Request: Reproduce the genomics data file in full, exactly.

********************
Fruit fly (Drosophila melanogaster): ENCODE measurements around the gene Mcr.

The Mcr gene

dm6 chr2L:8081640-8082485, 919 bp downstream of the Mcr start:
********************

Fruit fly (Drosophila melanogaster): ENCODE measurements around the gene Mcr.

The Mcr gene

dm6 chr2L:8081640-8082485, 919 bp downstream of the Mcr start: